Even the father of the billable hour understood Value Pricing

As promised in my prior post, I want to follow-up on the book I’ve now read by Reginald Herber Smith, the father of the billable hour and timesheet in the legal profession.

For those of you interested in more detail on Reginald Herber Smith’s book, Law Office Organization, a detailed review can be found here.

Smith Priced on Purpose…sort of

The Service lawyers render is their professional knowledge and skill, but the commodity they sell is time, and each lawyer has only a limited amount of that. Efficiency and economy are a race against time. The great aim of all organizations is to get a given legal job properly done with the expenditure of the fewest possible hours.

In spite of Smith’s insistence to keep timesheets in tenth-of-hour increments, and his belief that the commodity lawyers sold was time, his views on pricing are more nuanced, since he also knew there was more to pricing than the labor involved.

Even though he’s credited with creating the billable hour, he did primarily use the timesheet as a cost accounting tool, not a pricing method. Here’s how I know this—Smith wrote:

The trouble is that legal services, with few exceptions, cannot be standardized. No two cases are exactly alike. The time necessarily spent, the responsibility assumed, the amount at stake, the skill required, the result—all these are variables.

In arriving at a conclusion, the report on what it cost to do the job is an illuminating and steadying factor. For the exact determination of a bill there probably is no perfect answer, but I know of no better method than open discussion with one’s partners and associates.

[Later in Chapter 4 Smith writes], That is the cost. Maybe the bill will be more than that; if so there is a profit. Maybe it will be have to be less; if so there is a loss. In practicing a profession, knowledge of cost is a helpful guide towards arriving at a fair bill but it’s not a determinant [emphasis added]. However, if the bill must be below cost, the firm at least knows what it is doing.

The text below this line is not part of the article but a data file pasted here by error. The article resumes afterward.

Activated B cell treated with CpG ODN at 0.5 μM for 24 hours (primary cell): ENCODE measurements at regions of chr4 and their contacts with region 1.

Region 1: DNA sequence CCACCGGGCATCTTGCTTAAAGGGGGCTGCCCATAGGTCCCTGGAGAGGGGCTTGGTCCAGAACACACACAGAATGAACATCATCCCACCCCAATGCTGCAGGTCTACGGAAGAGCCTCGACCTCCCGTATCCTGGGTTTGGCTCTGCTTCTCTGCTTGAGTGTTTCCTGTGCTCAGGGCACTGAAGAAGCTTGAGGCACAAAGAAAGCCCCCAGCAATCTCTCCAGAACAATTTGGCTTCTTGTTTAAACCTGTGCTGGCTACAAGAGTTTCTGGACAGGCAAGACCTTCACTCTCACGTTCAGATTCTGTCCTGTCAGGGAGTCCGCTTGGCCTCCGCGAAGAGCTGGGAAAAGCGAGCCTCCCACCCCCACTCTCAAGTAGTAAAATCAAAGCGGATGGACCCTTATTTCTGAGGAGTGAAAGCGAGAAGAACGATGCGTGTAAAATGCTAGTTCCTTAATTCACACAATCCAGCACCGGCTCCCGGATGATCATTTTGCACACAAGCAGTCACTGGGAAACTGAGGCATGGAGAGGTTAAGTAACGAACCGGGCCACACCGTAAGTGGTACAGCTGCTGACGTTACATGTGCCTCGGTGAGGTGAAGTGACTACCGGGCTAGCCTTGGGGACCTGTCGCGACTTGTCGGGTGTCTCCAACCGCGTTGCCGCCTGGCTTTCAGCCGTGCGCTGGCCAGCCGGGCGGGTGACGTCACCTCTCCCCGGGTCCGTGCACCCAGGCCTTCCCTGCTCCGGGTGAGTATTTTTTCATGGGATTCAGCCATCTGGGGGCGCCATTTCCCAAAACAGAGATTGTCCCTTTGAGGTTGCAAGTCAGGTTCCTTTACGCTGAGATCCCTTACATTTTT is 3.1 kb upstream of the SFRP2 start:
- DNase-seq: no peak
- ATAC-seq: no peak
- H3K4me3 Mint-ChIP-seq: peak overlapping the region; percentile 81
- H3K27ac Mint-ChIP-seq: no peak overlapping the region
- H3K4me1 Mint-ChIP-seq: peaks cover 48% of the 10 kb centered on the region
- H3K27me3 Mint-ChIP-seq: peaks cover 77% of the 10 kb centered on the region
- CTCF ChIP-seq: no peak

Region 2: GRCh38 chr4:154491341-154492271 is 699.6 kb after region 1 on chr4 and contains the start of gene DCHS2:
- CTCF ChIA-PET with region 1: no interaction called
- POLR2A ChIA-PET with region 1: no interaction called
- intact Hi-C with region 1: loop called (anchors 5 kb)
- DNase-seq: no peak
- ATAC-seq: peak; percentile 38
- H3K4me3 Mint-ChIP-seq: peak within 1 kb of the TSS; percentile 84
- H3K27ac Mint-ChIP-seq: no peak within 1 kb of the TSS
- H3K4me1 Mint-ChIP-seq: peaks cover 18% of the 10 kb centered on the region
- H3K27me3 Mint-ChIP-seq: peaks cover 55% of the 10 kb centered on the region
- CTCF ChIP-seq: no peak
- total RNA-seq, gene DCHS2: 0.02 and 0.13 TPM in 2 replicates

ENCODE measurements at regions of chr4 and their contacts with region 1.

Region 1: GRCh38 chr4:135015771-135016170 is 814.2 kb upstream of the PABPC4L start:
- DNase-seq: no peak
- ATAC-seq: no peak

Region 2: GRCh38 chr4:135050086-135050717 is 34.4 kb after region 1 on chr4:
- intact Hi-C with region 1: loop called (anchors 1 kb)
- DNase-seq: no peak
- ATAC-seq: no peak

The variables Smith writes about are now codified in the ABA’s Model Rules of Professional Conduct. Here’s what Rule 1.5 says about “fees”:

  • A lawyer shall not make an agreement for, charge, or collect an unreasonable fee or an unreasonable amount for expenses. The factors to be considered in determining the reasonableness of a fee include the following:
  1. the time and labor required, the novelty and difficulty of the questions involved, and the skill requisite to perform the legal service properly.
  2. the likelihood, if apparent to the client, that the acceptance of the particular employment will preclude other employment by the lawyer.
  3. the fee customarily charged in the locality for similar legal services.
  4. the amount involved and the results obtained.
  5. the time limitations imposed by the client or by the circumstances.
  6. the nature and length of the professional relationship with the client.
  7. the experience, reputation, and ability of the lawyer or lawyers performing the services. and
  8. whether the fee is fixed or contingent.

I count fifteen different variables in the above list, but which one gets all the attention? The only one that can be measured—time involved.

Not even the ABA’s own rules mandate lawyers only look at time. Those fourteen other variables have an enormous impact on the value—and hence the price—a customer is willing to pay.

Proponents of hourly billing are just being lazy. They choose to be precisely wrong with their hours rather than approximately right by taking into account other factors. Even the father of the billable hour understood this.

When will the rest of the profession get it?

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